Now, for a kid whose parents make under 75K [update:  see comments for actual numbers], I think is the current number, Harvard is free.  That would push it above the state flagship.  There’s also some evidence suggesting that having an ivy on a resume helps out children with low SES although it has no effect on those from high SES backgrounds.  (Our kids are high SES, even if their parents were not.)

As for whether or not my kids could get into Harvard, I know as well as anybody that at those levels it’s a crap shoot.*  One of our friends from high school had straight As, perfect SATs and was the state math champion.  He didn’t get into Harvard.  After all, there are 50 state math champions.  So he went to Stanford.  (And did very well.)

Parents with gifted kids generally aren’t about competition.  We’re more concerned about helping our kids fulfill their potential, something that can be a precarious business when the K-12 system isn’t set up to work with you.  (Also, we’re too exhausted!)  And no, a Harvard education isn’t a holy grail for us.  We know better.

*Legacies, apparently, have a much higher chance of getting into Harvard.  So there’s that.

Chicken with waffles: a theory of meat and bread

So, the other night my partner and I were talking right before sleep.  For some reason he was telling me about chicken with waffles.  Despite living in the South for several years, he has only recently tried them, and waxed quite poetically about them.

Something about the warm crispness of the waffle, the meatiness of the chicken, and the delightful crunch of the fried part, tied together perfectly with only the lightest of syrups, syrup that would be totally out of place on the fried chicken by itself but seems integral to the chicken-with-waffles experience.  (Yes, you eat the chicken and waffle at the same time, he says, the chicken is on top of the waffle, syrup on top of that.)

This lead us to discuss what seems to be a hierarchy of breaded products and meats.

Beef we eat in Roast Beef sandwiches, or in a pot pie.  It stands up well to rye and hearty wheats.

However, pork needs a lighter touch, but still more dense than waffles.  Think bacon and sausage with pancakes and syrup.  Nom.

Waffles with chicken we have already discussed, and their part in the breaded meat hierarchy should have been an obvious missing link.  Someone would have had to invent it if it hadn’t already been invented.

Then, of course, we have the most delicate meats of all– seafood.  Obviously we have those in crepes.  (Assuming we’re sticking to wheat products.)

Are you a fan of meat and bread combinations?  What are your favorite?

Recessions and health

Recessions can be good for your health.  Recessions can be bad for your health.  Apparently it depends on who you are.

Recessions seem to decrease the death rate among younger folks.  This has been attributed mainly to a decrease in automobile fatalities (see Christopher Ruhm’s work).  The thought is that during a recession there are fewer cars on the road, so folks are less likely to get into an automobile accident.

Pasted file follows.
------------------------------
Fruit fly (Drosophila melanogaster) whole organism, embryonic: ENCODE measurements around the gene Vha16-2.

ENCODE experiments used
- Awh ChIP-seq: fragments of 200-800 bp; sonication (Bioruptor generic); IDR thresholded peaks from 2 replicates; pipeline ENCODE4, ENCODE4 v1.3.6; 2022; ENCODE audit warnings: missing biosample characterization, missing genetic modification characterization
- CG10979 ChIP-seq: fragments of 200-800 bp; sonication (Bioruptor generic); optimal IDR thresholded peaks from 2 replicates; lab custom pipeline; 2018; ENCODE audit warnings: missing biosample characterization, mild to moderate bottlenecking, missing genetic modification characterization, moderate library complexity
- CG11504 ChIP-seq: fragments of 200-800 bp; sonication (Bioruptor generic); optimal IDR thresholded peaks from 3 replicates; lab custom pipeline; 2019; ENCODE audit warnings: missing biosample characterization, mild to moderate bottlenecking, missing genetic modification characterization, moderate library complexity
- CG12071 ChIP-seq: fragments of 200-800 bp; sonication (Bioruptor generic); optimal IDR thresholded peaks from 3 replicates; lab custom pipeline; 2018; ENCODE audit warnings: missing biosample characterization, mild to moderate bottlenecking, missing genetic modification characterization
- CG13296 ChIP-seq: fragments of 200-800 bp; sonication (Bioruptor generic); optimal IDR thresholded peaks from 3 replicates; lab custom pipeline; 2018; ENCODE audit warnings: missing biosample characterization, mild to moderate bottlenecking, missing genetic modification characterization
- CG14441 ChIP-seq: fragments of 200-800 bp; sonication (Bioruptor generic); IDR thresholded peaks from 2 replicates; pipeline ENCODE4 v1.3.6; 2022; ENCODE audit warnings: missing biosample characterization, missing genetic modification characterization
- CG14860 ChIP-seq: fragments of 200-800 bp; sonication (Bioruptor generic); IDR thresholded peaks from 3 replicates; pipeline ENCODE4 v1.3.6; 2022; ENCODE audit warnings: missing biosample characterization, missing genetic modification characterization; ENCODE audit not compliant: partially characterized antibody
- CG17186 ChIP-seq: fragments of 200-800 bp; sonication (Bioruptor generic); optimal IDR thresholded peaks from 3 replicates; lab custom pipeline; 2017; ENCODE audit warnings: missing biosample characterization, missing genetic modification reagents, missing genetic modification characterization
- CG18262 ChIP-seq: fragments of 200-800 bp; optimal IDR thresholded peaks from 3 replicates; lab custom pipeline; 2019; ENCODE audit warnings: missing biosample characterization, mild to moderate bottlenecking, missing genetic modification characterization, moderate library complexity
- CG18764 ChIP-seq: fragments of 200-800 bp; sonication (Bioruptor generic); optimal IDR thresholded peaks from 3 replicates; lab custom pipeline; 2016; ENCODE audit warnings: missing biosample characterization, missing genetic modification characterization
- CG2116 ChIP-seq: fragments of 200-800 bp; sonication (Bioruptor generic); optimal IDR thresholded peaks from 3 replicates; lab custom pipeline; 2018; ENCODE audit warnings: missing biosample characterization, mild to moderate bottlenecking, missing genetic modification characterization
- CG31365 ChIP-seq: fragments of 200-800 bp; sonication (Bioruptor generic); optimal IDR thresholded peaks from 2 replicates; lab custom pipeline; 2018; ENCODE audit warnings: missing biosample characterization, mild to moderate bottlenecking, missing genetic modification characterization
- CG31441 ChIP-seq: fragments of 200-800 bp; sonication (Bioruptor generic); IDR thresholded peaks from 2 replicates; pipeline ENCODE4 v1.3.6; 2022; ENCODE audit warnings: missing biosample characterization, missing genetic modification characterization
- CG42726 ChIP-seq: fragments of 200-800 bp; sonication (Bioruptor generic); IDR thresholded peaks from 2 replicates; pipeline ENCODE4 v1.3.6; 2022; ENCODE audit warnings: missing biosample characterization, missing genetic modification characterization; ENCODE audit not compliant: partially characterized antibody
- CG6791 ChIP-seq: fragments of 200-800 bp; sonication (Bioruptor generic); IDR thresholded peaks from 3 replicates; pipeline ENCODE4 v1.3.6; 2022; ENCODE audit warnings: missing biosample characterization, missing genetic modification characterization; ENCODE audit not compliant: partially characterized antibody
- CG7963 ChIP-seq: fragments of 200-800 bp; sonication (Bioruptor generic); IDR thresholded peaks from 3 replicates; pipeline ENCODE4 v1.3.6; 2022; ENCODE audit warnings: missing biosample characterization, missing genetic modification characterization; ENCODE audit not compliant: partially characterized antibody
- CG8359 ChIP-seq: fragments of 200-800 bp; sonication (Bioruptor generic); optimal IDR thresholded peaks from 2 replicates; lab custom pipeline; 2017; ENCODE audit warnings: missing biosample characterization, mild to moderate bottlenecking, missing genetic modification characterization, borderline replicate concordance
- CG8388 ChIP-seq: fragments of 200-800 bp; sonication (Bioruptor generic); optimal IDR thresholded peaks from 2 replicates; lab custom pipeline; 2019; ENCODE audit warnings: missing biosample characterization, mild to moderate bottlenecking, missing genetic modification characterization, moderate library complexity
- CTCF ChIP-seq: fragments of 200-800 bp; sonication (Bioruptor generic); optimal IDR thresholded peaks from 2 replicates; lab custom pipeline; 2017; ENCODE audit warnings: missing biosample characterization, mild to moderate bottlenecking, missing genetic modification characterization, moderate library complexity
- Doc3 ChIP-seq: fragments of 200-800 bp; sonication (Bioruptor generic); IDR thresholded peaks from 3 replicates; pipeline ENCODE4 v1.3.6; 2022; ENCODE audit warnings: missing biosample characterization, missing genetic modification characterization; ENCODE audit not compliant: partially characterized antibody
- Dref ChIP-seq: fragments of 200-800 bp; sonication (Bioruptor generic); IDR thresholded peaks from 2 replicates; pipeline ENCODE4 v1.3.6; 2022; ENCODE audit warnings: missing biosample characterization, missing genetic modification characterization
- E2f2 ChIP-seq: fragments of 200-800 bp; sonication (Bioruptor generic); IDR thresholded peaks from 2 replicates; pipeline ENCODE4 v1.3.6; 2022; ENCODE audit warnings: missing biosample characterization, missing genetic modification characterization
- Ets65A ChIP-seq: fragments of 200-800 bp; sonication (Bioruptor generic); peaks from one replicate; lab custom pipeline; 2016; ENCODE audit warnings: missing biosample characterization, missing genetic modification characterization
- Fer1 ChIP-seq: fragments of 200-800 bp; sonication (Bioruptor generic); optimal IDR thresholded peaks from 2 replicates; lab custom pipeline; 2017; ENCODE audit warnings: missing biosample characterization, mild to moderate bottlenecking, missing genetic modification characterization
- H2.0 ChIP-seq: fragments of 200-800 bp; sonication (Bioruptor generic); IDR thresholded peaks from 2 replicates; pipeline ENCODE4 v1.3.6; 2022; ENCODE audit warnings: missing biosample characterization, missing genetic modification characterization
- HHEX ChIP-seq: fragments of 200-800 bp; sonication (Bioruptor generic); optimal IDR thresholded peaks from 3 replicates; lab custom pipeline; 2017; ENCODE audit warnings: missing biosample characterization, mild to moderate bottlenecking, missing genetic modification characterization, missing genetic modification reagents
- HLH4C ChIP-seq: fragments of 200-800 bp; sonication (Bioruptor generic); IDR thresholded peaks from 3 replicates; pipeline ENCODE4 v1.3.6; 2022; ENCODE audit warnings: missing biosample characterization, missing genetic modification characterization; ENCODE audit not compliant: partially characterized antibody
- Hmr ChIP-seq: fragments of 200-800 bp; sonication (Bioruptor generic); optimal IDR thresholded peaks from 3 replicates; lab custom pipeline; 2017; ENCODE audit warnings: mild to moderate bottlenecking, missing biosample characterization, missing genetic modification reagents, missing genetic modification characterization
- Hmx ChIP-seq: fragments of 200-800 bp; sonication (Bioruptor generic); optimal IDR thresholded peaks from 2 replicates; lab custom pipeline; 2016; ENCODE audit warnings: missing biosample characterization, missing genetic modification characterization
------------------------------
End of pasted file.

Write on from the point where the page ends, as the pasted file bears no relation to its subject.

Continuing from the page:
Oddly, recessions also seem to decrease the death rate among older folks.  Recent work on this finding (by Doug Miller and company) suggests that in a recession the quality of people working home health care jobs decreases the mortality of older peeps.

However, recessions aren’t all good.  A new paper by Courtney Coile, Phil Levine, and Robin McKnight finds a delayed penalty to hitting a recession (and losing your job) in your late 50s.  That’s the age when it’s hard to get a new job (because of things like age discrimination), but you were planning on several more years of highly paid (compared to your earlier years) work before hitting retirement, or at least before hitting the early social security claiming age of 62.  It is a difficult time to have to start spending down instead of bulking up.

Worse than that is the loss of health insurance in the years before Medicare eligibility.  The authors suggest that this lack of health insurance is driving the negative results that they find.

How negative?  They find that a worker who loses hir job at 58 in a recession lives 3 fewer years than a comparable worker who does not lose hir job.

What can you do, besides marrying someone who can cover you with hir health insurance?  Well… probably not much.  You can save a lot while you’re young.  You can create side incomes.  You can build professional networks.  And you can support pushes for affordable universal health care coverage in your state.

Are you protecting yourself from job-loss in your 50s or beyond?  If so, how?

link love

Modest money asks what procrastination really costs.

We’re thinking of teaching DC1 programming this summer, but how?

Last day to purchase books for donations for this school.  From guyslitwire.

College misery is also irritated by the search for meaning, only this time enforced at work.

Donna Freedman celebrates another anniversary.  She really is famous on the internet!

Mutant Super Model with advice about divorce and separation.  Her google question answers are better than ours.

Delagar with a 19th century history lesson.

Yawning animals from the fw.

The punchline on this docrat comic... if only it worked that way!

Historiann asks what your best title ever is.  Rear admiral?

James Chartrand.  We’re going to do this too one of these days.  (We’ll explain in a future post.)

academicats are awesome.

We were in this week’s carnival of personal finance.

I found something awesome in a comment on some far-flung internet corner:  “When I encounter passive voice in essays, after I point out/correct the first instance, I add “by zombies” to the rest–always a hoot.”  I will write BY ZOMBIES.   Yes I will.